The 6.7 Magniture earthquake struck at 18:44 GMT 5/21/03. This was 7:44 pm local time. The epicenter was in Bourmedes, 45 miles east of Algiers in Northern Algeria. Scores of buildings collapsed in the first seconds of the quake. Over 1,875 have died, over 1.000 in Bourmedes and over 7,000 injured. Thousands more camp out in the streets because their homes have been destroyed or out of fear of aftershocks. Accoridng to the BBC, "In Reghaia, 35km (22 miles) east of Algiers, authorities requisitioned the municipal stadium, setting up tents for families whose houses were destroyed in the earthquake. " There have indeed been many strong aftershocks. Rescuers have been desperately digging in the rubble with bulldozers and their bare hands desperately trying to find people who are still alive. After the first two days there is little hope of finding more survivors. Hospitals are totally overwhelmed with thousands of people coming in with serious injuries. Communications are difficult with phone lines down. Many roads have been damaged, huge traffic jams make access to the area difficult. Remote villages are especially cut off with roads cracked and blocked with debris. Large crowds of relatives are pouring into the area, adding to the congestion. Medical supplies are in short supply.
Algeria has requested international aid to cope with the massive damage. France has sent aid, including rescue equipment and rescue dogs. The dogs have been trained to find people under debris. Other countries are also contributing. French President, Jacques Chirac stressed historic ties between France, the former colonial power, and Algeria, in sending aid. UNICEF, the Red Cross and Red Crescent Societies and others are contributing to the effort.
Two days after the quake, crowds turned their grief and anger towards the Algerian President when he toured the disaster area. Boos and stone throwing were reported. Local Newspapers also attack the lack of preparations and response to a quake in this very seismically active region. They accuse the government of an inadequate response and of allowing substandard construction of the buildings that collapsed. The government has been accused of slow response and poor co-ordination of the rescue efforts. Foreign aid workers are finding that government security concerns are also slowing them down. They are experiencing tight checks at the border. Conflicts between government security forces and Islamic militants complicate the issue. Road crews are working with armed escorts and the government is reluctant to send rescuers into areas where they might be caught up in the conflict.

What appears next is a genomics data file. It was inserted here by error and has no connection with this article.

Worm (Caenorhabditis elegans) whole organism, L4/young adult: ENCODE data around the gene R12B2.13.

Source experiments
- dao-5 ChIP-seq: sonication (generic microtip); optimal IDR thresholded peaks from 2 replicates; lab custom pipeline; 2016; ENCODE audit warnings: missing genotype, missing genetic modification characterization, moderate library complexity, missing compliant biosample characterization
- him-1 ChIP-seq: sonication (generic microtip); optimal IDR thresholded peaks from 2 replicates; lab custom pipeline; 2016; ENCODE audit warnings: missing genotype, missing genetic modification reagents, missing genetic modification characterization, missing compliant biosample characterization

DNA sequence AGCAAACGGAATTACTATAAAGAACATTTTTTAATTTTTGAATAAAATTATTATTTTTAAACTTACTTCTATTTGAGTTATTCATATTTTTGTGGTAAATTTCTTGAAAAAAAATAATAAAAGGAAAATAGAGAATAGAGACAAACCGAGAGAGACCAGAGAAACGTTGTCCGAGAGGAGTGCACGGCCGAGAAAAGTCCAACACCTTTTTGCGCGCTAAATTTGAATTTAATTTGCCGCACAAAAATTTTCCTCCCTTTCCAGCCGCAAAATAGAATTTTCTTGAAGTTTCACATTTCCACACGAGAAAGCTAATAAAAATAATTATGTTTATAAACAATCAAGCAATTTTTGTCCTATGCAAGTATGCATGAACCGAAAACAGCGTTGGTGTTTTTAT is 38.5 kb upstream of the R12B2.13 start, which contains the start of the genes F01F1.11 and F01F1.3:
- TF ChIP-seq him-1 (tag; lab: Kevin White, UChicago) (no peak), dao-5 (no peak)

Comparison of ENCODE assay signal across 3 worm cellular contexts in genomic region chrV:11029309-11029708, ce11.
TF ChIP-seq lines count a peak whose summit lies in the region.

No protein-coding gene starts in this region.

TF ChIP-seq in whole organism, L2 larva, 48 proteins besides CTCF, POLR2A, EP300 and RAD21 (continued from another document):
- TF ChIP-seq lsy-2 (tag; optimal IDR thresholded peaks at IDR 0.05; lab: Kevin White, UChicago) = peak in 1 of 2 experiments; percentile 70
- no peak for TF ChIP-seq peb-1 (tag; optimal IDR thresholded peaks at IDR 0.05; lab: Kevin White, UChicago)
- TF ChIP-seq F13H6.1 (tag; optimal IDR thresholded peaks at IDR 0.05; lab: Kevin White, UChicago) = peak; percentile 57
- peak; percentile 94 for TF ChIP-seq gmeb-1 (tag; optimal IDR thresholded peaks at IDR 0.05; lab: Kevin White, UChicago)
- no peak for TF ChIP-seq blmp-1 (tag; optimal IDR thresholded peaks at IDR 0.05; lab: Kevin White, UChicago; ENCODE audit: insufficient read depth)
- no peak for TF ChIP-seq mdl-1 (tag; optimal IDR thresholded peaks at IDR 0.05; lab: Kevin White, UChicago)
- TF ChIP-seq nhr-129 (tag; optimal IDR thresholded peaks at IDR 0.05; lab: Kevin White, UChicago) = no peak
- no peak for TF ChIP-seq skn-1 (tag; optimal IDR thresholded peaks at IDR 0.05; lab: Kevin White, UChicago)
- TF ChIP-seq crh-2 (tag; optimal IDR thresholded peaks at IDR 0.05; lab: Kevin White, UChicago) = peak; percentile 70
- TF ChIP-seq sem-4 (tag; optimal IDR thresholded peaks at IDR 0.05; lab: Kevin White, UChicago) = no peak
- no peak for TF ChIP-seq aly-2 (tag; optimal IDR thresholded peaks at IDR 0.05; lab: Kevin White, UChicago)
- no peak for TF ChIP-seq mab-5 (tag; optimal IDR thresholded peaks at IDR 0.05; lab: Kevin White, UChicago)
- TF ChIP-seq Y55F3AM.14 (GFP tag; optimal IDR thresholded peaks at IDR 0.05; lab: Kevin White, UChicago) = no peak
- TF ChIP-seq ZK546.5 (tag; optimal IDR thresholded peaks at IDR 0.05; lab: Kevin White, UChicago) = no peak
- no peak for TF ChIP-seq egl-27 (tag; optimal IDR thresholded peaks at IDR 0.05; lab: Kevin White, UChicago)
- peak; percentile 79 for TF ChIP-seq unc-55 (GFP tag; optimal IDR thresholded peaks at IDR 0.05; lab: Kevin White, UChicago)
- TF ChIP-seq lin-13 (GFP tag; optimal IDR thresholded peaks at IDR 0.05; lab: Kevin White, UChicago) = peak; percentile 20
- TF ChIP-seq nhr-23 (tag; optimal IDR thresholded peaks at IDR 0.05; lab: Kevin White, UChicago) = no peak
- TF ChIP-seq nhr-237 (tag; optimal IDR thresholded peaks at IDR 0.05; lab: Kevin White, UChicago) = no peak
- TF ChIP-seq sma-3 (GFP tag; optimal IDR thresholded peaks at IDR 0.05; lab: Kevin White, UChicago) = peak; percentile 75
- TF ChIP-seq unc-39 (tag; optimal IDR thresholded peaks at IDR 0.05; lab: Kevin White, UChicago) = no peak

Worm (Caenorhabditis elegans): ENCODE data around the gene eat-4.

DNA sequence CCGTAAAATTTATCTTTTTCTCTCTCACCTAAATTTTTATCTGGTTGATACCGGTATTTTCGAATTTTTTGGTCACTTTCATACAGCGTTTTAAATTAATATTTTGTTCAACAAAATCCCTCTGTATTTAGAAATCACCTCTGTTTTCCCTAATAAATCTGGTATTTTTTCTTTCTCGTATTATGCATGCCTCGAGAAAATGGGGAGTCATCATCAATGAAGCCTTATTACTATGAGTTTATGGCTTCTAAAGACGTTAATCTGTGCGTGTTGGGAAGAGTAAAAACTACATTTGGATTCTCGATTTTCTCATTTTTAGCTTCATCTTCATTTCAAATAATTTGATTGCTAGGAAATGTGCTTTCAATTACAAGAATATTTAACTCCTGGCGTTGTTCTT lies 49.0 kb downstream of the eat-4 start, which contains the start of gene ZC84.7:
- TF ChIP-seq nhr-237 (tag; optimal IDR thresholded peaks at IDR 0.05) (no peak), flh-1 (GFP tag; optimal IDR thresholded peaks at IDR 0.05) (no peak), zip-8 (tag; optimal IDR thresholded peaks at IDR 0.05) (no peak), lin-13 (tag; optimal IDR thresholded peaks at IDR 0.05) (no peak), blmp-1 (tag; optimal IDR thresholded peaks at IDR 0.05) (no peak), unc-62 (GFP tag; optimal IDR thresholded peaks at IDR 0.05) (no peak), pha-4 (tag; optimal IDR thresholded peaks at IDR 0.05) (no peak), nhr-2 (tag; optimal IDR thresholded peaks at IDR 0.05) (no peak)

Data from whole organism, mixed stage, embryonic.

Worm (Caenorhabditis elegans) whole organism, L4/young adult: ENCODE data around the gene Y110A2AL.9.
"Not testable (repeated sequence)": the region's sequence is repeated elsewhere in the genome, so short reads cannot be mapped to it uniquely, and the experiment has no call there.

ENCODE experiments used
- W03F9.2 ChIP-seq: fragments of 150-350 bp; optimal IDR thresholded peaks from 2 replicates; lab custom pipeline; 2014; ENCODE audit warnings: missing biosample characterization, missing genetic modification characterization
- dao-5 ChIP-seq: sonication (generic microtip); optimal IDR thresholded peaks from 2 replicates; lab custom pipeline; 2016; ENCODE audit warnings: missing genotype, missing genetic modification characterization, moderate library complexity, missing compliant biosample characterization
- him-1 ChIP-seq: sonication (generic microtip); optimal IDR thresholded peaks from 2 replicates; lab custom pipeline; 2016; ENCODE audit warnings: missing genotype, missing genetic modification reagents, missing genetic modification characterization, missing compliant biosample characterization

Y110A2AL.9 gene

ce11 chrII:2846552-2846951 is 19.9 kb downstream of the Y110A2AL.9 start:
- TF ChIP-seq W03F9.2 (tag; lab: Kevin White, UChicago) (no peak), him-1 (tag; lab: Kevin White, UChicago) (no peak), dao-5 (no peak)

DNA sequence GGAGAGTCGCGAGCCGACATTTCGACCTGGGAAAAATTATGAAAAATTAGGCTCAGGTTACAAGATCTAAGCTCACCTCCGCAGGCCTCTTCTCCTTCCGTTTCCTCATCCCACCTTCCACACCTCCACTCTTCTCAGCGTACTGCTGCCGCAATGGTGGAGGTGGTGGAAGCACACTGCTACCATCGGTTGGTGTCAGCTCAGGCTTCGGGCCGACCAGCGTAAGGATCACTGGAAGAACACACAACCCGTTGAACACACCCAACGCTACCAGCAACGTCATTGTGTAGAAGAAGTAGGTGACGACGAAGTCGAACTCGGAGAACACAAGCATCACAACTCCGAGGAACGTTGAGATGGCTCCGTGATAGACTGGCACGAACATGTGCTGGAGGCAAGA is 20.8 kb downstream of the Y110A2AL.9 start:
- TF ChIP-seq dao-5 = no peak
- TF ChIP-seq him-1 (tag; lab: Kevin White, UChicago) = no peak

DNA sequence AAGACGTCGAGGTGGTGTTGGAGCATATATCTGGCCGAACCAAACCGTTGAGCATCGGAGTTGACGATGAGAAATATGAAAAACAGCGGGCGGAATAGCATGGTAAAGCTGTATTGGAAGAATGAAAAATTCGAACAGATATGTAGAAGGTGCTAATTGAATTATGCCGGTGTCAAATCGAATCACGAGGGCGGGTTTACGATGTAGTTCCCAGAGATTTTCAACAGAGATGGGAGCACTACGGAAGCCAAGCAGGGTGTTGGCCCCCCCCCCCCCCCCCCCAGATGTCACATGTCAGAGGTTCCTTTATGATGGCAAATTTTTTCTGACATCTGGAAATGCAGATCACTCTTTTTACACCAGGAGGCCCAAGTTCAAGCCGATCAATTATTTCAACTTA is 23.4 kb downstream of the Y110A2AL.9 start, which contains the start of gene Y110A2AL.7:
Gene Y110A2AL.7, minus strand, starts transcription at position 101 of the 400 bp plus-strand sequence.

This quake was casued by the collision between the African Tectonic Plate, which is moving northward into Europe. The Northern Algerian area has been hit repeatedly by severe quakes. The USGS describes this process as follows: "The earthquake occurred in the boundary region between the Eurasian plate and the African plate. Along this section of the plate boundary, the African plate is moving northwestward against the Eurasian plate with a velocity of about 6 mm per year. The relative plate motions create a compressional tectonic environment, in which earthquakes occur by thrust-faulting and strike-slip faulting. Analysis of seismic waves generated by this earthquake shows that it occurred as the result of thrust-faulting. Algeria has experienced many destructive earthquakes. On October 10, 1980, the city of El Asnam (formerly Orleansville and today Ech-Cheliff) was severely damaged by a magnitude 7.1 earthquake that killed at least 5000 people. The site of El Asnam is situated approximately 220 km to the west of the recent earthquake. The same city, as Orleansville, had been heavily damaged on September 9, 1954, by a magnitude 6.7 earthquake that killed over 1000 people. On October 29, 1989, a magnitude 5.9 earthquake struck about 110 km to the west of the recent earthquake and killed at least 30 people."
(See the Plate Tectonics page for more information on these processes.)
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